Here is a stabilization drill I have started to use a lot to help weight bearing overhead athletes train dynamic stability. Many times the forces of handstands, impact, or other axial loads are very high and as a result injuries come up, such as anterior biceps tendinopathy, instability events, or posterior-inferior labral tears. Problems can also come up down the chain in the elbow or wrist if force transmission is not optimal to disperse energy into the trunk. To help tolerate these axial forces, we need to find a regression level that is appropriately challenging and build this stability over time.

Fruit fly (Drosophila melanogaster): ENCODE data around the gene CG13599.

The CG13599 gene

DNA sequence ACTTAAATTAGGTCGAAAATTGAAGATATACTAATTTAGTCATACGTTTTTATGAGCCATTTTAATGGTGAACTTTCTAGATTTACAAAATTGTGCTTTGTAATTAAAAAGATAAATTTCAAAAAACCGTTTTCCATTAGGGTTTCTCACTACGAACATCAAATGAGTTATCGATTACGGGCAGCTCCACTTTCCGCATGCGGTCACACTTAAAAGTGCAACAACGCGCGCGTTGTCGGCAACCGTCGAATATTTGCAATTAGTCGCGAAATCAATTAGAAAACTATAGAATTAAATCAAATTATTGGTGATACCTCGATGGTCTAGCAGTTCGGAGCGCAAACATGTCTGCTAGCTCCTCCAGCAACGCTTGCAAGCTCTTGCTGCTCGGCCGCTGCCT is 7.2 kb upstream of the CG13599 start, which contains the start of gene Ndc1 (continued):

For this drill, have the athlete go on hands and knees, and put their hand against the wall on top of a ball. While keeping the fingers open, have the lean some weight into the wall to help create a partial axial loading. Then manually perterbate their arm in a variety of directions with the cue of “don’t let me move you”. This will help force them to react to the perterbations and challenge them to maintain position.
Overtime, the amount of weight bearing can be progressed and the conditions of the perterbation can be increased in difficulty. Eventually, the goal is to get them into full upper extremity weight bearing progressions Remember this is only one piece of the puzzle as soft tissue limitations, strength deficits, or problems elsewhere in the entire body chain can contribute to injuries. Give it a shot, and hope it helps!
Dave Tilley DPT, SCS